When you are looking to buy a house, you want it to be perfect. Home buyers are always looking for the gem that fits their budget, but also will offer the amenities they desire. In some cases, home buyers prefer to purchase older homes that they can fix up to their liking, or even restore back to its original form. With that being said, when buying an older up, the possibility of issues arising is increased. If you are buying a home with foundation or basement wall issues, make sure to consult a structural engineer and your local home inspection team. Should I buy a house with bowing basement walls? Only if the repair is inexpensive and the structural engineer has certified the home.
Let’s take a look below at how we can repair a bowed basement wall, and what it means to be bowed.
What Are They
Bowing basement walls are just walls that are buckling or curving inward. When you look at a cross-section of a wall in the basement, and you drop a plumb line from the top of the wall to its base, the line should stay close to the center of gravity. If the plumb line is not aligned with the walls center of gravity, it is due to the wall being out of place or buckling under pressure. Keep an eye on the middle third of the wall to determine if you have a bowing wall.
How Does This Happen
There are a few reasons why a basement wall could end up bowing. Hopefully, it does not happen to your home, however, if it does, the reasons are as follows:
- Frozen soil – as your soil freezes it will expand and push up against the walls in your basement. This could displace the wall a bit and separate it from its original installation.
- Lateral pressure – if a heavy machine or vehicle happens to be parked next to the wall, the basement walls could bow.
- Hydrostatic pressure – when the soil outside the walls becomes fully saturated with water, pressure builds up against the walls.
- Expansive soil – expansive soils are soils that will swell and expand as water is absorbed. Additionally, the soil will shrink back down when it becomes dry. The more the water-filled soil expands and fills with water, the more pressure is placed on the basement walls.
Also, keep in mind that bowing walls might crack. When the rainy season occurs, the cracks will open, and when the soil dries up, the cracks will close.
What Can I Do To Repair It
Believe it or not, there are a couple of options for repairing your bowing basement walls. Let’s take a look below at what those options are:
- Helical Tie – these are wall anchors that are installed at the center of the wall, and placed every 4 to 5 inches. This project requires you to remove the soil from the exterior of the home, to relieve the pressure on the wall.
- C-channel wall anchor – if shearing is present at the bottom of the wall, a C-channel anchor would be used. These too are placed in the center of the wall and every 4 to 5 inches apart.
- Wall plate – these anchors are placed every 5 inches in the center.
- Steel I-beam – meant to straighten out any bowed wall. Luckily, digging up the external dirt is not required. All of the realignment can be done on the interior. I-beams are placed every 4 to 5 inches from the center of the wall.
- Carbon fiber – strong fabric material that will not stretch and is virtually unbreakable. This type of wall repair is the most recommended as it requires less destruction. The straps of the carbon fiber can be used to stabilize the block and the poured concrete foundation. Carbon fiber straps will be placed every 4 inches from the center of the wall. The only downside to this repair technique is they will not straighten the wall, but rather keep it in place.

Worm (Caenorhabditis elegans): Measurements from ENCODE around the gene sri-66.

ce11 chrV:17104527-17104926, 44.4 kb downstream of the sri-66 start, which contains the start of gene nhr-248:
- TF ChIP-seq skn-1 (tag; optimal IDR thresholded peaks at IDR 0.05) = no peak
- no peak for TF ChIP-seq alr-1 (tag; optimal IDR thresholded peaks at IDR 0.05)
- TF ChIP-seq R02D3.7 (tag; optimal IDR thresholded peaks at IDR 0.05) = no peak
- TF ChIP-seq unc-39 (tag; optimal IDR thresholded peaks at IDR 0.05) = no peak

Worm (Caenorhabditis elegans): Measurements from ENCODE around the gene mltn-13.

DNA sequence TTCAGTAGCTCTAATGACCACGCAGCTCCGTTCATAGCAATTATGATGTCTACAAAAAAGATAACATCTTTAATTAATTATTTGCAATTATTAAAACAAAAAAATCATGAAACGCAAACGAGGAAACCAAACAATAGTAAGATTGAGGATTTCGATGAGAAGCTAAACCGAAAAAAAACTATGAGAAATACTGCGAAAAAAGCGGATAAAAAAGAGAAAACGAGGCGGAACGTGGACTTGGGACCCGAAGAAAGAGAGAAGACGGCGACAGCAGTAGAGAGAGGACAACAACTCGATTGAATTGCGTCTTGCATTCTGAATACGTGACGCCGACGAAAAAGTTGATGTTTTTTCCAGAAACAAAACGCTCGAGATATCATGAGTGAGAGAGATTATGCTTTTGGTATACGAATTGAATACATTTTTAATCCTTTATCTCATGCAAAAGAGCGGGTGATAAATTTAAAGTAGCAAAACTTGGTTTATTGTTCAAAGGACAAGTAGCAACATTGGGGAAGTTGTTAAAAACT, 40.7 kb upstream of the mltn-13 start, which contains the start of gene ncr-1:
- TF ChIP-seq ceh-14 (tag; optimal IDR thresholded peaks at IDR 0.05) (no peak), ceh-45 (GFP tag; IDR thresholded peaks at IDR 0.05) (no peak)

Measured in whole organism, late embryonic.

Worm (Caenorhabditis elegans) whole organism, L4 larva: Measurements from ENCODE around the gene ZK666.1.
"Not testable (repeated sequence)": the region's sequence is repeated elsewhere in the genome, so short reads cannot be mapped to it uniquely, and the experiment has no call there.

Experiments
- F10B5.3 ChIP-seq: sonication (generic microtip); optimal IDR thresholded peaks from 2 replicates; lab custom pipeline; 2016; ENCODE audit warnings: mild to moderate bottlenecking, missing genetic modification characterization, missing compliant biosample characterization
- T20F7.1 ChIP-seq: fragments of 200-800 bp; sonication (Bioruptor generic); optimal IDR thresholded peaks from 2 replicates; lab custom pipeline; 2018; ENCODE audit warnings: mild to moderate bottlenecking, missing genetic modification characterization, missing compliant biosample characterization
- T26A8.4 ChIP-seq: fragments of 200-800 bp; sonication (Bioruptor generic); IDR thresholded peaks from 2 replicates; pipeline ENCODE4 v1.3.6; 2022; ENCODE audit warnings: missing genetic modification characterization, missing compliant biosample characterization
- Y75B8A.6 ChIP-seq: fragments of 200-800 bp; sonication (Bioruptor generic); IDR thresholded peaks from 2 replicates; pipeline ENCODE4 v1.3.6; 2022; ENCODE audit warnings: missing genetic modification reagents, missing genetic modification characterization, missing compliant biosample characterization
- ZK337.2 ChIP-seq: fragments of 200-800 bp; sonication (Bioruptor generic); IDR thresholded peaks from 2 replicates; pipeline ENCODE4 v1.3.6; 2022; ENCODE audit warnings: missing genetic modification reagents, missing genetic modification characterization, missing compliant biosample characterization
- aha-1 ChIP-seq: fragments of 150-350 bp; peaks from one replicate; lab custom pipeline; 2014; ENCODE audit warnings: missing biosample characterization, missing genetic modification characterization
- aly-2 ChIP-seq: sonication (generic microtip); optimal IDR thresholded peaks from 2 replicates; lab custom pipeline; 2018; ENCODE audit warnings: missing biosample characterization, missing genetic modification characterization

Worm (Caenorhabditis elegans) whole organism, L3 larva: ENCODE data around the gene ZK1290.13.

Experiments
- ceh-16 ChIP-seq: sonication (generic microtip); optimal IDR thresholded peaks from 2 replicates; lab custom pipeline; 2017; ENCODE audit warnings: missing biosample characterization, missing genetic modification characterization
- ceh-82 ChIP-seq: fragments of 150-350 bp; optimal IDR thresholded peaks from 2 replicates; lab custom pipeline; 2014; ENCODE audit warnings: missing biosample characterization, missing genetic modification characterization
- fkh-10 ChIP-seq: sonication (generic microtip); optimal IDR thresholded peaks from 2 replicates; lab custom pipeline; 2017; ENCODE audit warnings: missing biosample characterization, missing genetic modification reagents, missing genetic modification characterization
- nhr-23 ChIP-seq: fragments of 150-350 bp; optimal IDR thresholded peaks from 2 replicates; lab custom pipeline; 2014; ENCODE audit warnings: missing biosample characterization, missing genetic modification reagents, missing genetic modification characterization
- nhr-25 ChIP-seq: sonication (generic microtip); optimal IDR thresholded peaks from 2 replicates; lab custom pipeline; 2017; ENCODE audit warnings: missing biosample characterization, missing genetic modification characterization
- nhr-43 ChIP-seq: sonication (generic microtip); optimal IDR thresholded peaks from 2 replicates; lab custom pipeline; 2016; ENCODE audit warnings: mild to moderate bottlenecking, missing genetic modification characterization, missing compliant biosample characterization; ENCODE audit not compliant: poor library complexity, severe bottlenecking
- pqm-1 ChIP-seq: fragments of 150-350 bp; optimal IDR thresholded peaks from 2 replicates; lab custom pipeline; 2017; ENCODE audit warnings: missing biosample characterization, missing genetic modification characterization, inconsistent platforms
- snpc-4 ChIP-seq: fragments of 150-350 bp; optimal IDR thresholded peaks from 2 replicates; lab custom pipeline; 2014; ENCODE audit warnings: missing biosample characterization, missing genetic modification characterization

How Much Does It Cost
Fixing bowing basement walls can be rather pricey. Depending on the size of the wall and the damage that has occurred, will determine how much you will be spending to make the repair. The national average to repair a curved wall in your basement ranges from $800 to $15,000.
Other Recommended Maintenance
Now that you have an idea about purchasing a home with bowing basement walls, read up on how to maintain the functions of your basement. Removing the water from your basement is key to maintaining your foundation’s integrity. Make sure to understand how to fix your basement drain when it is clogged.
Next, be sure to check the gutter system. If the gutter system is pulling away from the house, the water is going to flow down to the foundation and begin creating added pressure on your basement walls. This alone could be a direct cause for your bowing basement walls.
Lastly, in order to keep moisture build-up away from the foundation of your home, you will want to look into how to seal between the home and the home’s foundation. This is important as it can keep water from building up and increasing the pressure around your walls.
When Do I Call A Professional
Luckily for homeowners, a crack in the foundation can be fixed. Clearly, the smaller cracks are easy to fill and seal up with some basic caulking. This is a project that can be handled by any homeowner. If there are larger cracks, you will want to reach out to a professional. Be sure to reach out to a structural engineer. Also, they can provide you with repair options and certify the structure is safe and sound. Remember to also call your local home inspection team. Additionally, they can refer you to a reputable structural engineer and inspect the rest of the basement.
Buying a home that might need repairs to bow basement walls is not the worst decision. However, it must be deemed structurally sound. Be sure to have the seller of the home get the walls properly inspected and certified of their soundness. Cracks in your foundation and bowed walls in the basement are not great combinations. The structure could be deemed unsafe. Before you go purchasing a home with bowing basement walls, reach out to Liberty Inspections for a home inspection in the Western, KY, Fort Campbell, KY, and Middle Tennessee areas.